What impression is left when companies choose NOT to engage in social media? Do they have something to hide?

What impression is left when companies choose NOT to engage in social media? Do they have something to hide?

Think of our day-to-day activities that involve making a deliberate purchase, seeing a movie or a show, going to an event or concert, hiring an employee or babysitter, making a contact or travel arrangements, buying a product, changing doctors or insurance providers, and the list goes on.… All actions that involve doing, buying, going, and seeing, now require some sort of proof. People like to know about the “buzz” that surrounds the restaurant, the hotel, the business, or the product, whether it be the purchase of a new home, a car, or a family pet. Anything that involves using people’s time or money in this “information age” should be carefully evaluated in advance through the validation of others who have already participated in the experience. Actions have always spoken louder than words. However, in an age of instant word-of-mouth, it matters more than ever for companies to focus on behavior, because every action is a potential conversation starter – or a conversation stopper if the buzz is negative.

I will not book a hotel room without going to at least two credible review sites, like Trip Advisor or About Hotels/Inns/Resorts. I want to know what I am getting myself into and, as a consumer, if it is something worth spending my hard-earned money on. Actually, what I really want to know is “the dirt,” you know, the word on the street; what other people are saying. You better believe that if I find even one poor review, in fact, if I find even one “so-so” review, where there was nothing in particular that was just plain awful but the overall experience was mediocre, I am put off and back to surfing the net for the next best looking accommodation with squeaky clean, flawless reviews.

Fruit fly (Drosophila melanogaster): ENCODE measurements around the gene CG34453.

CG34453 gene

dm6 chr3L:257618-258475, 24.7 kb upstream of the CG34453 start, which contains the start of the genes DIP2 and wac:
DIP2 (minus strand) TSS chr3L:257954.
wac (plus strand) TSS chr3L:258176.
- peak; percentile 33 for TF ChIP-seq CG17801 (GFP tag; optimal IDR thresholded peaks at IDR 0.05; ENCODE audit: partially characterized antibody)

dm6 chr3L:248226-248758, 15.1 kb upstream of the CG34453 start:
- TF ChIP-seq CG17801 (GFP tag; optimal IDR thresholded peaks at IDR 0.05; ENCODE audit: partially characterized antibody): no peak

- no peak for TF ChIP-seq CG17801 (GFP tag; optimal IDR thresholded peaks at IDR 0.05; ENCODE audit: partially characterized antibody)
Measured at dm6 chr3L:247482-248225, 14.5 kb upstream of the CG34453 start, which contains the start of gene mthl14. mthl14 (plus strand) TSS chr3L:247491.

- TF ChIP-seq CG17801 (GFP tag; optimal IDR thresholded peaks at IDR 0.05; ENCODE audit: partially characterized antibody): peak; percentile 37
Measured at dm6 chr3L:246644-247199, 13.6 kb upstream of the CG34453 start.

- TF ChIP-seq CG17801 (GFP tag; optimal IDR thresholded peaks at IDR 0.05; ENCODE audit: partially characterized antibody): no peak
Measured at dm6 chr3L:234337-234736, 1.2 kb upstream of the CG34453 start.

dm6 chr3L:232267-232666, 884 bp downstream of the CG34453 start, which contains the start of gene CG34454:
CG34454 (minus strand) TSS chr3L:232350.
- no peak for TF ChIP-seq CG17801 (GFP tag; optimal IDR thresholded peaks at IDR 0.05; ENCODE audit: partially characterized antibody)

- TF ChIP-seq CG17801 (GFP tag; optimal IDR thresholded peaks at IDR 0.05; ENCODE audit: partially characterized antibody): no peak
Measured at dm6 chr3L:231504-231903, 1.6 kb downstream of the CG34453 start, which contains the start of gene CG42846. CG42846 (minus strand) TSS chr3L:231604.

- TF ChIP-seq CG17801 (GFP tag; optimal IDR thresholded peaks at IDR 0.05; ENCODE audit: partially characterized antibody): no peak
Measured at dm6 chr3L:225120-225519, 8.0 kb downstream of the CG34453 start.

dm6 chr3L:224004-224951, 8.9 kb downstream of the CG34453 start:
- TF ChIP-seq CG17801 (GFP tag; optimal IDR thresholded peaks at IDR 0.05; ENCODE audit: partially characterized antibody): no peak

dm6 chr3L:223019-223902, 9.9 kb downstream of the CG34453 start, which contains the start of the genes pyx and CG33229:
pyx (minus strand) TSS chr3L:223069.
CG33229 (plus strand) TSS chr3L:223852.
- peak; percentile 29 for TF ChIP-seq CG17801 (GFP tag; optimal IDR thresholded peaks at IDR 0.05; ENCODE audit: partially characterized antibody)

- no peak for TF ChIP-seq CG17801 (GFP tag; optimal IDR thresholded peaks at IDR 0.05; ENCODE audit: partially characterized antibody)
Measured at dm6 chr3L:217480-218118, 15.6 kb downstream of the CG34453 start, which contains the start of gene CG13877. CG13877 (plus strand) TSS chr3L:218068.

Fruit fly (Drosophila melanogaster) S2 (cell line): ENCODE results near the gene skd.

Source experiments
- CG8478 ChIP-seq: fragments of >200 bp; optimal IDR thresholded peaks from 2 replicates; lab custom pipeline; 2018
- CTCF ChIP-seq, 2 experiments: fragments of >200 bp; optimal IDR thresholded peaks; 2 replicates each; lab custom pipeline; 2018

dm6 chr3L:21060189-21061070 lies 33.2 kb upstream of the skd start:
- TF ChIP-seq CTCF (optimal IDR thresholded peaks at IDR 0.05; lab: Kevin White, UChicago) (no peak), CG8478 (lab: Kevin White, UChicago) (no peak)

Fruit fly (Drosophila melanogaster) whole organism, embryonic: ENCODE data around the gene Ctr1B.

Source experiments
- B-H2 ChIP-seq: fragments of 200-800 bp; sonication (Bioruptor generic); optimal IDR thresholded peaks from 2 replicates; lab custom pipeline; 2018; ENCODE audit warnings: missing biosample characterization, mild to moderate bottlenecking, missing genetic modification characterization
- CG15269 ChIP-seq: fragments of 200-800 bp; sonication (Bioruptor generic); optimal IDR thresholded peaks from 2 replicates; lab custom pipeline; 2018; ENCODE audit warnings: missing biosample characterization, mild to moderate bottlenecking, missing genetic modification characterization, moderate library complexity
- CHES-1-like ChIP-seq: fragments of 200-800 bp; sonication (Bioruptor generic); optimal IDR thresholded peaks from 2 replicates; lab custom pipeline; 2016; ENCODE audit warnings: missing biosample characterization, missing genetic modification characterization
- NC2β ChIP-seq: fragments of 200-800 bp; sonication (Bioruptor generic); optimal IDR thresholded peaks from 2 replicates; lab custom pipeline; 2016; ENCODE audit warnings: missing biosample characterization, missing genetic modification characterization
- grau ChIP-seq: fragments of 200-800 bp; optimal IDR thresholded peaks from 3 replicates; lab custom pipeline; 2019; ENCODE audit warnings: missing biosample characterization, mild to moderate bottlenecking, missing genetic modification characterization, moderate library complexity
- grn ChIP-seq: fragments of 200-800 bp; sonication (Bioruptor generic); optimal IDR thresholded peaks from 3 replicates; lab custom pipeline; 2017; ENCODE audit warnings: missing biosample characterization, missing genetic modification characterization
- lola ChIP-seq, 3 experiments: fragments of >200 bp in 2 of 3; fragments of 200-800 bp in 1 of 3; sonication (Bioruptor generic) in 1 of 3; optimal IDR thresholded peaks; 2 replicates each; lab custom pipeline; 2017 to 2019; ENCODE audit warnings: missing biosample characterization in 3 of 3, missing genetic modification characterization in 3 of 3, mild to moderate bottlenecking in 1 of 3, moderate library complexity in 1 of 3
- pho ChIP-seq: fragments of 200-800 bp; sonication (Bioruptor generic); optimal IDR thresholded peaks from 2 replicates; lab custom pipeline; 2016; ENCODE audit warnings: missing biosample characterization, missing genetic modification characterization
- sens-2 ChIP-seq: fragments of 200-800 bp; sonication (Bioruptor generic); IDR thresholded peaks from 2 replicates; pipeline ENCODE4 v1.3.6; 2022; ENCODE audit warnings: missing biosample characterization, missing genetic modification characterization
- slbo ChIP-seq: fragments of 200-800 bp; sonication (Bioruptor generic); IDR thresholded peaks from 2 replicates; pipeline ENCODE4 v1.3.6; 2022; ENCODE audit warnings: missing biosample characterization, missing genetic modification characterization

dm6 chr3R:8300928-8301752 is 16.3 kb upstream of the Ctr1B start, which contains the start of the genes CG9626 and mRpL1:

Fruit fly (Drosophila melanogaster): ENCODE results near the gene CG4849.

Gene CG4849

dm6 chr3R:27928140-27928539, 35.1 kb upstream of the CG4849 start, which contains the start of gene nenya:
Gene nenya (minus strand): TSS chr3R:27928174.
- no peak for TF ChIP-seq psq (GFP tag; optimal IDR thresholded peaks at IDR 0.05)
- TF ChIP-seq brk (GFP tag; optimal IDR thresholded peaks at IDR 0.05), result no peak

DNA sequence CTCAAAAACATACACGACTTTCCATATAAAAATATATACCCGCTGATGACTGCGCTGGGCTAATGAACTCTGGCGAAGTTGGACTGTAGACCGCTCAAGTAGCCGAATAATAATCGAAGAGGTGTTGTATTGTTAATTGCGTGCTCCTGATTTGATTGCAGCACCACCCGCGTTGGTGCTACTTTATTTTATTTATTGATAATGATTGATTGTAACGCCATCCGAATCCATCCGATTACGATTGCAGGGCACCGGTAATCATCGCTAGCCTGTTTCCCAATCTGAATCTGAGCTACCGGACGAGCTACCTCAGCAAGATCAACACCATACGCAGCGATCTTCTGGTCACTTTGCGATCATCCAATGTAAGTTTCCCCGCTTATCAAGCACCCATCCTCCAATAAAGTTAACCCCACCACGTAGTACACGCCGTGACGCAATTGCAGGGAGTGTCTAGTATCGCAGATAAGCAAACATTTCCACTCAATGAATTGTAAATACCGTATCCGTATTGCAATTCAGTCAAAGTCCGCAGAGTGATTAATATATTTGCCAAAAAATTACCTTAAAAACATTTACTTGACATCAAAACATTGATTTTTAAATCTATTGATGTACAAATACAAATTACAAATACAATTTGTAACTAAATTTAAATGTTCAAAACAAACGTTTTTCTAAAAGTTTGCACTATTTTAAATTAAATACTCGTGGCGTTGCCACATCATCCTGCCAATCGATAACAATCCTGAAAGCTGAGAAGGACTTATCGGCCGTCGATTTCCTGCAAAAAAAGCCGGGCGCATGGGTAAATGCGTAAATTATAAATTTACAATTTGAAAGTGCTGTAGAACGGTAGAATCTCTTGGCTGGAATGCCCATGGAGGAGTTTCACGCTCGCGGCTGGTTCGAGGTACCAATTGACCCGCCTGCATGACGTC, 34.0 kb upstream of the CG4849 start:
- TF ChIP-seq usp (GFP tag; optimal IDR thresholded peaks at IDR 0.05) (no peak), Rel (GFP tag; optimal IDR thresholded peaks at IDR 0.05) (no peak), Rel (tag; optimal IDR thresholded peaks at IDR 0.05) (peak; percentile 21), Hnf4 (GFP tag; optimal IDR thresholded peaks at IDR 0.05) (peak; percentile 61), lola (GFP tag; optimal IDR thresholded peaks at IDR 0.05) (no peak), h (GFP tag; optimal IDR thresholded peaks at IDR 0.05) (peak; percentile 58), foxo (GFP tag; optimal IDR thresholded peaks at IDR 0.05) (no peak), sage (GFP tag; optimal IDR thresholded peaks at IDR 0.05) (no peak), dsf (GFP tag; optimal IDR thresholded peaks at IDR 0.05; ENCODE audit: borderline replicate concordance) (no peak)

This does not give businesses a lot of room for error these days. The majority of people who are frequenting these sites are counting on these reviews, testimonials, and (my personal favorite) virtual tours to decide where their money and personal happiness will best be spent. People want businesses and brands to have an online presence so they can check it out for themselves. Crummy reviews are definitely a deal breaker for me, but some people need a little more proof or convincing than just taking some random critic’s word for it (who very well may just be out to sabotage places of business due to personal issues).

That is why it is important that businesses also invest in a user-friendly website that is ranked highly in search results, that gives consumers a clear and honest depiction of their product, facilities, and services, and that is easily searchable online. Businesses beware! It’s best to have a site that is detailed and visual enough to give consumers the entire picture, but is still so simple and engaging they don’t feel they need to dig for dirt or seek alternate review sites. If you do not have a lot to work with or you are just starting out, be upfront and honest. Never try to mask what it is you truly have to offer, because people seek truth and they will call you out on it in a second if you overpromise and under deliver.


If a business does not have an online presence, they really have nothing for others with which to judge their reputation, track record, and credibility. Combining a strong website with outposts on various social websites provides your customers with a perfect balance between details YOU supply as the brand and details others provide as customers and users of your product or service.

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